Electric Motor Control Explained

By R.W. Hurst, Editor

Efficient and reliable electric motor control (EMC) is essential in industrial, commercial, and institutional power systems. It encompasses the management and regulation of electric motors, such as AC servo motors, brushed DC motors, and brushless DC motors, to achieve desired performance outcomes like speed, torque, and direction. This article delves into various aspects of EMC, including systems, components, and applications.


An example of EMC in an industrial setting is the operation of conveyor belts, pumps, or HVAC systems. The coordinated and precise movement of these machines relies on an array of control components, such as motor control centers (MCC), motor control circuits, programmable logic controllers (PLC), and electronic devices like variable speed drives.

There are four primary types of motor control methods: Direct-On-Line (DOL) motor starters, soft starters, variable frequency drives (VFD), and closed-loop control systems. Each method has specific applications and benefits, depending on required performance, energy efficiency, and system complexity.

  1. DOL starters: Simple and cost-effective, DOL starters provide full voltage to the specific motor upon startup. However, they can generate a high inrush current, potentially causing mechanical stress on the motor and power system.
  2. Soft starters: By gradually ramping up the voltage, soft starters reduce inrush current and offer a smoother startup.
  3. VFDs: VFDs enable precise control of speed, torque, and direction by modulating the frequency and voltage supplied to the motor. VFDs are used in applications requiring varying speeds and loads and stopping the motor, such as HVAC systems and pumping stations.
  4. Closed-loop control systems: These systems utilize feedback mechanisms to monitor and adjust motor performance based on set parameters. PLCs often coordinate multiple motors within a system and ensure seamless integration.

Designing an EMC circuit involves selecting appropriate components and configuring them to meet the specific application's requirements. This process includes choosing the right control method, protection devices such as circuit breakers, and control devices like contactors, relays, and PLCs. Additionally, engineers must adhere to relevant electrical codes and standards.

MCCs are crucial in organizing and managing control components in industrial settings. An MCC is a centralized panel housing starters, overload protection devices, and control components like variable speed drives. These panels streamline electrical power distribution, facilitate system monitoring, and enhance safety by providing a single point of control and maintenance.

VFDs are instrumental in improving EMC. By allowing precise speed control, VFDs enable energy-efficient and highly adaptable control of motor performance. This technology is essential in energy conservation and control flexibility applications.

A motor control panel houses key components like starters, circuit breakers, and PLCs. These panels provide a centralized location for controlling and protecting motors, ensuring efficient operation and maintenance.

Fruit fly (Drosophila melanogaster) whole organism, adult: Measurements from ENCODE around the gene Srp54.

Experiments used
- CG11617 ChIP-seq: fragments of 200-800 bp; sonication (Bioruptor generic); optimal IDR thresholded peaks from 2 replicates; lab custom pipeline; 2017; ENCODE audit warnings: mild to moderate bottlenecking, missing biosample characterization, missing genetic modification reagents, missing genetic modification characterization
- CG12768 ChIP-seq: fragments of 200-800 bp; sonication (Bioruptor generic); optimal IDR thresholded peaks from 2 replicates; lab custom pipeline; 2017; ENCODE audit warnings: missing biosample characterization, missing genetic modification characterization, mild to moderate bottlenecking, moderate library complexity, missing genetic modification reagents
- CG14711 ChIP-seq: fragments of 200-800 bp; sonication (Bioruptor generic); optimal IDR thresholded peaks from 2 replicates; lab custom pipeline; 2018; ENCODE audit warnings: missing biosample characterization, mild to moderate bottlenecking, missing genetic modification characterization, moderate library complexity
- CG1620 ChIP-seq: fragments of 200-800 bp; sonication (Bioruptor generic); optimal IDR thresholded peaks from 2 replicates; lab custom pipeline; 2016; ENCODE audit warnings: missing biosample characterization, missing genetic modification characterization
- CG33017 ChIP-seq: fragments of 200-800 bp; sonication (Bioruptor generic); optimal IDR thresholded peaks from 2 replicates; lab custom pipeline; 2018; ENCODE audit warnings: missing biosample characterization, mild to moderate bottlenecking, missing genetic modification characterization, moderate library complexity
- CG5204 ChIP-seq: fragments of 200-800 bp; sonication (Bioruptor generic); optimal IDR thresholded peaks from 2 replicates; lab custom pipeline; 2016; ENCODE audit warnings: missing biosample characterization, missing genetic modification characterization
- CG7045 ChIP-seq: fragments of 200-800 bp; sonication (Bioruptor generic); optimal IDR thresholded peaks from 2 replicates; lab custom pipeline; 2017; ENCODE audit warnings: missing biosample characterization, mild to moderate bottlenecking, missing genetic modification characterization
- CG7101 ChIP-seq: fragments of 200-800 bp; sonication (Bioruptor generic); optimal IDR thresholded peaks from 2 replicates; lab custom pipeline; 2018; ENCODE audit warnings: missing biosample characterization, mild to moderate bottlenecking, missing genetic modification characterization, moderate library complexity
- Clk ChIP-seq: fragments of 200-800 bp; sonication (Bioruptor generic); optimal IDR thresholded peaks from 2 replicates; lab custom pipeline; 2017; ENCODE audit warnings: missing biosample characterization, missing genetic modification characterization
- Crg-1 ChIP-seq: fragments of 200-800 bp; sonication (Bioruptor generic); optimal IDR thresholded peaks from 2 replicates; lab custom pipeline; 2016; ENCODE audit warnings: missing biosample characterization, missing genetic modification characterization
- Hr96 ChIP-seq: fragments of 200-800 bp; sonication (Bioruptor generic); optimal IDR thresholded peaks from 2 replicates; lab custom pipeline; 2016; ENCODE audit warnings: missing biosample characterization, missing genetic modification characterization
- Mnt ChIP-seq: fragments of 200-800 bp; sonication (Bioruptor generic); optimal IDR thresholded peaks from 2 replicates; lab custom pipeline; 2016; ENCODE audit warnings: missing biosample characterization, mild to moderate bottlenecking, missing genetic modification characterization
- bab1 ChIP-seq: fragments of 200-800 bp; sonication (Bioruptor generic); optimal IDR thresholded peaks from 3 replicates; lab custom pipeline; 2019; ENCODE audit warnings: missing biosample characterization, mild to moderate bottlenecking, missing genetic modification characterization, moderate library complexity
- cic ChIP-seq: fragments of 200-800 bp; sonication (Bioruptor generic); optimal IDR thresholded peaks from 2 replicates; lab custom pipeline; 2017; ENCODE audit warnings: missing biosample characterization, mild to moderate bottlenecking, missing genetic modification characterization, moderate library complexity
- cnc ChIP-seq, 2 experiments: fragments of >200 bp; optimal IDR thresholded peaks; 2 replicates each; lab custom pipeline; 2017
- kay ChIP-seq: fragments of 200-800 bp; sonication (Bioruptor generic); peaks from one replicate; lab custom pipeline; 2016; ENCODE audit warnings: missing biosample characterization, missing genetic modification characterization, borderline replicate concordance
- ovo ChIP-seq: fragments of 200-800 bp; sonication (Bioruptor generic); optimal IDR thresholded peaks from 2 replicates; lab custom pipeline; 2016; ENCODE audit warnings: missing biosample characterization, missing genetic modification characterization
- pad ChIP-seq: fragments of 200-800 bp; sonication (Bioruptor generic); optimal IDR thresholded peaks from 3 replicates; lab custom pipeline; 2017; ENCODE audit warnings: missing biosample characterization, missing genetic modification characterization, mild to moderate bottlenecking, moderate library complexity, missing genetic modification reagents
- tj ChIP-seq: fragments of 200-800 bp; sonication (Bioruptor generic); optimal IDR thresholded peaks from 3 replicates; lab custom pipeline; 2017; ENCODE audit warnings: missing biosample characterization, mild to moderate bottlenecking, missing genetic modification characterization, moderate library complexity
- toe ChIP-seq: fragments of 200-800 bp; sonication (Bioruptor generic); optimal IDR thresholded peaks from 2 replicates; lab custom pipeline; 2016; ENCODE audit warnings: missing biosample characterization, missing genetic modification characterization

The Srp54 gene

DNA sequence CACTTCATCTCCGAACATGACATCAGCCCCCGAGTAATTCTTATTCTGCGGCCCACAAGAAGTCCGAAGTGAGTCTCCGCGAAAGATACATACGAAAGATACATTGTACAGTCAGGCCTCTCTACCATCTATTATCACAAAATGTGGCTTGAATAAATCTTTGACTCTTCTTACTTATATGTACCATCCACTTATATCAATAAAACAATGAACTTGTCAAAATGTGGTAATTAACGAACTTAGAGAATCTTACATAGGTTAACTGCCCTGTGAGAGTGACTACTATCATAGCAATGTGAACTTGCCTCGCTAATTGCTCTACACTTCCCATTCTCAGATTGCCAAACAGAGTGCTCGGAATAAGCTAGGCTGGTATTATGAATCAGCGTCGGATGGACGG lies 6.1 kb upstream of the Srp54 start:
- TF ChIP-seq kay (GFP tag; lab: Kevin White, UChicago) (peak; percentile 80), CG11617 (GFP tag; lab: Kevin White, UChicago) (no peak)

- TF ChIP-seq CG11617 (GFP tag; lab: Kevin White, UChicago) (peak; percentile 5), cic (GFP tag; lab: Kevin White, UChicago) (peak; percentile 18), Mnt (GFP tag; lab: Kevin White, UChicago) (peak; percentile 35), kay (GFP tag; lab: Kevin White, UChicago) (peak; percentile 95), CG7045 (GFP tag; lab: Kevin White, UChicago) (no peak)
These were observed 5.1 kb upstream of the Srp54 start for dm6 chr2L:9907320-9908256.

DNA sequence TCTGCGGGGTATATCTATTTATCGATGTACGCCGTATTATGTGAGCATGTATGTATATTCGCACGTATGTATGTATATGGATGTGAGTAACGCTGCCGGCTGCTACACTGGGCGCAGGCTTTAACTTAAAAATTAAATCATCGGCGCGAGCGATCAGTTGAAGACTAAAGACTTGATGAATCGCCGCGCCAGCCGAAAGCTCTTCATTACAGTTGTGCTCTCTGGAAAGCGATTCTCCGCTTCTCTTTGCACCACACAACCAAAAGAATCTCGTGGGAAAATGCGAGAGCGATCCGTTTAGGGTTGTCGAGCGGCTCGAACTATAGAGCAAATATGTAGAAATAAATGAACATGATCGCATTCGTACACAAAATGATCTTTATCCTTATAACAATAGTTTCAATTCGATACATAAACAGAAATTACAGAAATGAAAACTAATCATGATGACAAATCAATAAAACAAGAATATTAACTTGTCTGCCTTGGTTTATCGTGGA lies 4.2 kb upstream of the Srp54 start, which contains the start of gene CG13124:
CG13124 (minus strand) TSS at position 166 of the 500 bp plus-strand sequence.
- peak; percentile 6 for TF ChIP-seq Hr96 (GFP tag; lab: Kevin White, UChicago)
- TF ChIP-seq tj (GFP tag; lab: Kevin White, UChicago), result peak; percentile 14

PLCs are a vital part of EMC systems, serving as the "brain" of the operation. They process input from sensors and send commands to various components, coordinating multiple motors within a system. As a result, PLCs are integral to implementing closed-loop control systems and ensuring optimal performance.

EMC is vital to industrial, commercial, and institutional power systems. Proper selection, design, and maintenance of components can optimize system performance, enhance the energy efficiency, and prolong equipment life. By understanding the various types of motor control methods and their applications, engineers and system operators can fully harness the potential of EMC technology in their facilities.

How can motor control be used to improve energy efficiency and save my company money?

EMC can be used to improve energy efficiency and save your company money by:

  1. Implementing variable frequency drives (VFDs): VFDs allow precise control of speed and torque, enabling them to operate at optimal efficiency for different loads and demands. This reduces energy consumption and minimizes wear on the motor.
  2. Upgrading to energy-efficient motors: High-efficiency ones use less energy and produce less waste heat, resulting in lower energy bills and reduced maintenance costs.
  3. Utilizing soft starters: Soft starters reduce inrush current and mechanical stress on the motor during startup, leading to energy savings and prolonged life.
  4. Employing closed-loop control systems: These systems use sensor feedback to monitor and adjust performance, ensuring optimal efficiency and minimizing energy waste.
  5. Conducting regular maintenance: Proper maintenance, such as lubrication and alignment, helps ensure efficient operation and prevents energy loss due to mechanical issues.
  6. Optimizing sizing and selection: Choosing the right size and type for each application ensures motors operate at peak efficiency, preventing unnecessary energy consumption.

By implementing these strategies, you can enhance the energy efficiency of your motor-driven systems, resulting in reduced energy costs and improved overall operational efficiency for your company.